‹‹ Work­ing with ar­chi­tect Guy Stans­feld, Bjerkvik Blain started with the kitchen. “It’s where we all spend most of our time,” she says. Lime-washed oak cab­i­netry and back­lit, glass-fronted shelv­ing al­low the eye a depth of field. “I wanted to avoid the cold, flat planes that usu­ally come with banks of kitchen cup­boards,” she says. Else­where, Bjerkvik Blain has hap­pily mixed shabby-chic flea-mar­ket finds with se­ri­ous art pieces (edi­tions of the Jeroen Ver­ho­even for De­mak­ersvan Cin­derella ta­ble also sit in the V&A and MoMA per­ma­nent col­lec­tions). The de­signer — who cre­ated a chair named after her for Made.com — be­lieves ev­ery­day pieces like so­fas need to be time­less “or they’ll just drive you crazy”, but opts for mix­ing dif­fer­ent eras and styles to­gether oth­er­wise. “Ev­ery room needs at least two an­tique pieces to stop it look­ing like a ho­tel,” she de­clares.

With un­ex­pected hits of colour, such as the deep bur­gundy fram­ing the liv­ing room bar and the bright yel­low in one of the fam­ily room nooks, the house feels bold and vi­brant, but there’s soft­ness, too. Boun­ti­ful, ver­dant in­door plants bring the out­side in, and a warm, brassy glow comes from light­ing built into cab­i­net door trims. Milky-glass wardrobe doors in the bed­room lend el­e­gance and African fab­ric prints bring en­ergy. A slim, sculp­tural stair­case, de­signed by Stans­feld, un­du­lates like a sleek, curl­ing white rib­bon, con­nect­ing ev­ery floor.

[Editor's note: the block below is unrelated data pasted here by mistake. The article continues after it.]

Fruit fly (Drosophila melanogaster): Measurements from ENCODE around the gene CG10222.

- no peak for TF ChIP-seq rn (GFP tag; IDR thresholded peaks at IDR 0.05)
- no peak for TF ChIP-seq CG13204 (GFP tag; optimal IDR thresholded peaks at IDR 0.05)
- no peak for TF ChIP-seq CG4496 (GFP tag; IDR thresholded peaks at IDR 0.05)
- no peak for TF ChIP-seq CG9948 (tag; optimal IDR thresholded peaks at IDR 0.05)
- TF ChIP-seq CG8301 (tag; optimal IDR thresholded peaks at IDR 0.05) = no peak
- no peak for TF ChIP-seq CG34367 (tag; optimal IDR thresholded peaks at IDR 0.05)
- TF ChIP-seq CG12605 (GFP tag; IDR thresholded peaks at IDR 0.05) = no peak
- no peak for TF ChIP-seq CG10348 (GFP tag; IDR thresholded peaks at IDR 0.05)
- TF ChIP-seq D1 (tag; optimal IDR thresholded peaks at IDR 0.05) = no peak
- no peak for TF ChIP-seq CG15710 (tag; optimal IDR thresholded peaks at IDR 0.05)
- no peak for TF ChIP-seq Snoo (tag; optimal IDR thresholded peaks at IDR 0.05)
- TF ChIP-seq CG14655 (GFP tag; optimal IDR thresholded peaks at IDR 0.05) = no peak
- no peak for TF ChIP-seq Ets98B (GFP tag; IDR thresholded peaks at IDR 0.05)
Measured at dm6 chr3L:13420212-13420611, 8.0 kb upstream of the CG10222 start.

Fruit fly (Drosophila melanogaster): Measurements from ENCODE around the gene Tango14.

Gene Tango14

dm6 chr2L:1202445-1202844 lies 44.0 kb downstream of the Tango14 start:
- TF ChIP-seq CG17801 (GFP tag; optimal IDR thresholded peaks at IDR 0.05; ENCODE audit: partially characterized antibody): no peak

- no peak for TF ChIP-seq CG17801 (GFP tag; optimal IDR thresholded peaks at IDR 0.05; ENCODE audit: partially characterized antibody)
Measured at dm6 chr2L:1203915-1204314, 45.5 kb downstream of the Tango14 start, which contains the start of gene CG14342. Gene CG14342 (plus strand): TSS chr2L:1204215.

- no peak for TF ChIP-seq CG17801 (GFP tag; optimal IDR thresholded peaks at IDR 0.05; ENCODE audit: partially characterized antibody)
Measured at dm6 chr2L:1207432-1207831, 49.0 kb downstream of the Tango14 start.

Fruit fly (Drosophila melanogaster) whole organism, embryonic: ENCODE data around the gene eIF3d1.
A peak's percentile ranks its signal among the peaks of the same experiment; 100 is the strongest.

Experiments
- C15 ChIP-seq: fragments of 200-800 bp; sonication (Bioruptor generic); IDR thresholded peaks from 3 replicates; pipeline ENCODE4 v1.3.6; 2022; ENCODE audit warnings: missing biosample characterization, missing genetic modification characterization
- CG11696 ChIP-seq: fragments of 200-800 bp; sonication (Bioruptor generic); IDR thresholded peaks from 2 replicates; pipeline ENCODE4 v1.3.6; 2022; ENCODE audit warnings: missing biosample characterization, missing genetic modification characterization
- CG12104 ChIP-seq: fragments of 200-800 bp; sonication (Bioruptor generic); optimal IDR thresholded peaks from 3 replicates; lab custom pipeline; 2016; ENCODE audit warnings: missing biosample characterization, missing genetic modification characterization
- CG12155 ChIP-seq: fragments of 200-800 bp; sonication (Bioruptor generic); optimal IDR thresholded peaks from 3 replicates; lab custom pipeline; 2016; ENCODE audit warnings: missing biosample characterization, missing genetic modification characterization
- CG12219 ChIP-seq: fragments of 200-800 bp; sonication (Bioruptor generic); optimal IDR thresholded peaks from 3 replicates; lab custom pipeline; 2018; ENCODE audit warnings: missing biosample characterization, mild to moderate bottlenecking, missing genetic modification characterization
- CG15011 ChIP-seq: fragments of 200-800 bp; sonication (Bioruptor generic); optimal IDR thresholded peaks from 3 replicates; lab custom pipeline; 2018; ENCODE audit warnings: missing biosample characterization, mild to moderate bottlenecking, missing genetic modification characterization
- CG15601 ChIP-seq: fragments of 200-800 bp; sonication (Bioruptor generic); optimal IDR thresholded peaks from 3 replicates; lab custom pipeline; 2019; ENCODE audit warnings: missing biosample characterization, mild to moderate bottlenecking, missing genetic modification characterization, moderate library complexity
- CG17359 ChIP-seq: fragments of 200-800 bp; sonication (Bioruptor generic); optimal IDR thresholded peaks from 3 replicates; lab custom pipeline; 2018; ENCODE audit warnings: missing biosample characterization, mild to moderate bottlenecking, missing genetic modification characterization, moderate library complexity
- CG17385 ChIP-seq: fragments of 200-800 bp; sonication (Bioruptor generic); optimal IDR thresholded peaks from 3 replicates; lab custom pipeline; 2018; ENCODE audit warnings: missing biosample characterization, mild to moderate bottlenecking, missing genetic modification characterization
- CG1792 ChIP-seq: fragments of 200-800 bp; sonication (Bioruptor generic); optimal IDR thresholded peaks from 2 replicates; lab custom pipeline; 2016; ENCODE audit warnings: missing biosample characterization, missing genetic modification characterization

The house re­ally comes into its own at ‘happy hour’. Not to be con­fused with evening cock­tail time, this is what Bjerkvik Blain calls the mas­sive play dates she loves to throw for both young and old. “Ev­ery day I make sure there’s time to play. The kids can run around, dance and have pil­low fights, and I gather to­gether all kinds of friends, just like I do my fur­ni­ture,” she says. “There’s never any theme — just as long as they’re all in­ter­est­ing.”

Visit bod­il­b­jerkvik.com; 318.stu­dio

In in­te­rior de­signer Bodil Bjerkvik Blain’s west Lon­don house, vin­tage 1960s Dan­ish bench; Fuck­ing Beau­ti­ful neon art­work by Sue Webster andTim No­ble. De­tails, last pages.

In the kitchen by Bjerkvik Blain and ar­chi­tect Guy Stans­feld, Paul Evans ta­ble; vin­tage Hans Weg­ner CH33T din­ing chairs;Poul Kjae­holm PK22 chairs for Repub­lic of Fritz Hansen (in back­ground); pen­dant lights by Bjerkvik Blain; vin­tage rug from Larusi; pho­to­graphs by Hiroshi Sugi­moto.

RIGHT in the din­ing nook, Eero Saari­nen Tulip ta­ble; vin­tage Hans Weg­ner CH33T din­ing chairs; paint­ing by Keith Tyson. CLOCK­WISE FROM ABOVE Bodil Bjerkvik Blain be­side Jeroen Ver­ho­even for De­mak­ersvan Cin­derella ta­ble; mu­ral by Lawrence Weiner. In one of the liv­ing rooms, Roche Bobois sofa up­hol­stered in African fab­rics; book­shelves by Stans­feld. In the nook off the kitchen, daybed and foot stool by Bjerkvik Blain; Po­tence light by Jean Prouvé for Vi­tra; pho­to­graph by Adam Fuss. De­tails, last pages.